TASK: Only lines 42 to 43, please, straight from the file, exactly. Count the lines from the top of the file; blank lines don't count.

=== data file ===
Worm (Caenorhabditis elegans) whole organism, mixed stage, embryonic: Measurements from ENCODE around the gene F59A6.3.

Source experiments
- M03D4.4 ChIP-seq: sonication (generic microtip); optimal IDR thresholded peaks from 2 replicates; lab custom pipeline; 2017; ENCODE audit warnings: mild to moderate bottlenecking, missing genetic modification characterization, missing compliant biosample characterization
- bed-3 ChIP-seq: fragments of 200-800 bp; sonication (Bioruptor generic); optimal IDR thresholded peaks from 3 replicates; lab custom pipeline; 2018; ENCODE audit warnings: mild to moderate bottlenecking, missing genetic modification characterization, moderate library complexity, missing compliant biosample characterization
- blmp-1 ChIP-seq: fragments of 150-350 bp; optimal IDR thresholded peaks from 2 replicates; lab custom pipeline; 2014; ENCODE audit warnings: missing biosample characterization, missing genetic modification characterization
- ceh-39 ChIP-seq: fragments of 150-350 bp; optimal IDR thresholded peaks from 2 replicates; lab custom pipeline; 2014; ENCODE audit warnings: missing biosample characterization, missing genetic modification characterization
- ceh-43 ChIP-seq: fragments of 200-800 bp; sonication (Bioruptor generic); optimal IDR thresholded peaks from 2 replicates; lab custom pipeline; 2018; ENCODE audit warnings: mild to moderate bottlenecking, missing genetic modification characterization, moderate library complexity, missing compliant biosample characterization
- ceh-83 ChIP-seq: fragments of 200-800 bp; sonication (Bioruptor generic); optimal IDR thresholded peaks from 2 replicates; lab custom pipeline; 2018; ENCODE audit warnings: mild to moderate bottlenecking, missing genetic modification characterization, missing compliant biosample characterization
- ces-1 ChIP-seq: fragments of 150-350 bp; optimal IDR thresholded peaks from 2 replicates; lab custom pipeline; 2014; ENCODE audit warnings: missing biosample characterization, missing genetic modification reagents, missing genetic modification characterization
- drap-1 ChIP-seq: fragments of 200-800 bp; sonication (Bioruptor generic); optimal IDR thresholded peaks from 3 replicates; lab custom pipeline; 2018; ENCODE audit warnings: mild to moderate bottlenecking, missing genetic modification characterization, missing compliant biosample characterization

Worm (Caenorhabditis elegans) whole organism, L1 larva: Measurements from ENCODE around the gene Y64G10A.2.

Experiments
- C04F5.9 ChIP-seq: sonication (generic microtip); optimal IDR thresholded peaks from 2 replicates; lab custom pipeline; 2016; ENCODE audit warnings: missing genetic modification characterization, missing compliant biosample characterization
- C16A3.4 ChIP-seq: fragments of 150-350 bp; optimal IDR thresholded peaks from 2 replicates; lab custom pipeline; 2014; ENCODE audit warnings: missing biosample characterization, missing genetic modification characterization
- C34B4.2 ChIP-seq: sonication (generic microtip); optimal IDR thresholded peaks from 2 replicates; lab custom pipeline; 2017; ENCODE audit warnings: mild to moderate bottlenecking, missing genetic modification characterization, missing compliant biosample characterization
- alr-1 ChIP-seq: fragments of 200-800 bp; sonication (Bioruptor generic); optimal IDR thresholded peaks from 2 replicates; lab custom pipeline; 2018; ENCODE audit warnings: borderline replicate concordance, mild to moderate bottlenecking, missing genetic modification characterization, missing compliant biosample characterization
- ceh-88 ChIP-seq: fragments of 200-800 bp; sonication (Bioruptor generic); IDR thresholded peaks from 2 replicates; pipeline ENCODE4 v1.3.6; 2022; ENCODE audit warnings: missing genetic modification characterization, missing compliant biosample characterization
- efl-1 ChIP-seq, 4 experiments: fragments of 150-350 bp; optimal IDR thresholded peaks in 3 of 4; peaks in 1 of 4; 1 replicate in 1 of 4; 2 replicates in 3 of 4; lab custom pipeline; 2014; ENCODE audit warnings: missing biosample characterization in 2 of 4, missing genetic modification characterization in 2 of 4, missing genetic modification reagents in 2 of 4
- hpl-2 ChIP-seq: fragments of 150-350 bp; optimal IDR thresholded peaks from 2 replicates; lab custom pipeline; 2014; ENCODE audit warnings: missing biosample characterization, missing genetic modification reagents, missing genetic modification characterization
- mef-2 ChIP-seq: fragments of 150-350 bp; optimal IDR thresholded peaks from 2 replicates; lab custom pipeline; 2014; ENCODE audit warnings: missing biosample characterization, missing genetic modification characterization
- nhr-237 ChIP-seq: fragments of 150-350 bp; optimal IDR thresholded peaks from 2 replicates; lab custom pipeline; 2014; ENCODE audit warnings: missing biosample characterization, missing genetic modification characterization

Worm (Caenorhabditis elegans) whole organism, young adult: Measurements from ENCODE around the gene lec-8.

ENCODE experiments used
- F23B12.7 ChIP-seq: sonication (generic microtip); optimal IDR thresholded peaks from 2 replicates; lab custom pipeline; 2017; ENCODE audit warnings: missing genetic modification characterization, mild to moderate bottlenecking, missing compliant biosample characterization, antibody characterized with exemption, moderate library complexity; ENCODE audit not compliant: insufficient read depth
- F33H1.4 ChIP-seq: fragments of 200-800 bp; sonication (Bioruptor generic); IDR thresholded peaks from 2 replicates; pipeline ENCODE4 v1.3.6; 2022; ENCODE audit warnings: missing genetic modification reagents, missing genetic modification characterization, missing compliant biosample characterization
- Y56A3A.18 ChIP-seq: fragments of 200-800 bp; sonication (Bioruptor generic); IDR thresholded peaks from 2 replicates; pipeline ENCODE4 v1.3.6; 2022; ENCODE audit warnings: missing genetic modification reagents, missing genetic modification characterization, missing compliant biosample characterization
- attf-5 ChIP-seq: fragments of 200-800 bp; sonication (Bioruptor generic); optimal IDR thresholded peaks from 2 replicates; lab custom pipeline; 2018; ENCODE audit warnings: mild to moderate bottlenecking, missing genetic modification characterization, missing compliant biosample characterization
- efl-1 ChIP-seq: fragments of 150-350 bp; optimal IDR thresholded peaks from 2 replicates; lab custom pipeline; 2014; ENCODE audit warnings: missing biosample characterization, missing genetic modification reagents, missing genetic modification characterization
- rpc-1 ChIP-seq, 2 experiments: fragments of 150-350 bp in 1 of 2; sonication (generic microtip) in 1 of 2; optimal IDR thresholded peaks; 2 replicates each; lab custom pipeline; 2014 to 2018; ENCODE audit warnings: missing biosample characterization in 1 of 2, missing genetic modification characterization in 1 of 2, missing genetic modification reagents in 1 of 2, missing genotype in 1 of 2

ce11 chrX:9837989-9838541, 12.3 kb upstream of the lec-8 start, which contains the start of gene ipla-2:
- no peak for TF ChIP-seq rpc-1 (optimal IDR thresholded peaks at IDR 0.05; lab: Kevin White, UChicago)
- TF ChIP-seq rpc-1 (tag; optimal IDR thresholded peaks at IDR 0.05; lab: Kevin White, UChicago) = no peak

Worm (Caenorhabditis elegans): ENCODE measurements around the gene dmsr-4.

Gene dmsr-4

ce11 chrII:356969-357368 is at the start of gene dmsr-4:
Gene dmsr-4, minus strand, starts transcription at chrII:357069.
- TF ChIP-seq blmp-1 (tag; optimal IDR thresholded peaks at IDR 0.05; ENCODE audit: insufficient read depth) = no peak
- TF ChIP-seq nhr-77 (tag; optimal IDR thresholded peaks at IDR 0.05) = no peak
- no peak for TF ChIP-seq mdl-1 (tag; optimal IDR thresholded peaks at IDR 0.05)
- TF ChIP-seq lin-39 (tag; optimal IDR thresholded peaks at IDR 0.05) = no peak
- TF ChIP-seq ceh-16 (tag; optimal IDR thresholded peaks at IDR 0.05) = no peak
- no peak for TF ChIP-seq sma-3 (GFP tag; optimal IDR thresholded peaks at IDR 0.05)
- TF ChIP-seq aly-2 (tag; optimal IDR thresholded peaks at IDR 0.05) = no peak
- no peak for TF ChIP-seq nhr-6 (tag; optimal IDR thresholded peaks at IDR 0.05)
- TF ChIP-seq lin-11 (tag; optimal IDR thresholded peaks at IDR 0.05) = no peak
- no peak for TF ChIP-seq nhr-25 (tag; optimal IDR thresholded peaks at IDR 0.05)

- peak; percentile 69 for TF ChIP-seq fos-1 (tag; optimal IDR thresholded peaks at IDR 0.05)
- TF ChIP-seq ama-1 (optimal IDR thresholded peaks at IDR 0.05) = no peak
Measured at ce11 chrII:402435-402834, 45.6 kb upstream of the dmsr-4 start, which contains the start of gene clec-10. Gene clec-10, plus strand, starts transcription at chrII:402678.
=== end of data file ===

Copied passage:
- no peak for TF ChIP-seq sma-3 (GFP tag; optimal IDR thresholded peaks at IDR 0.05)
- TF ChIP-seq aly-2 (tag; optimal IDR thresholded peaks at IDR 0.05) = no peak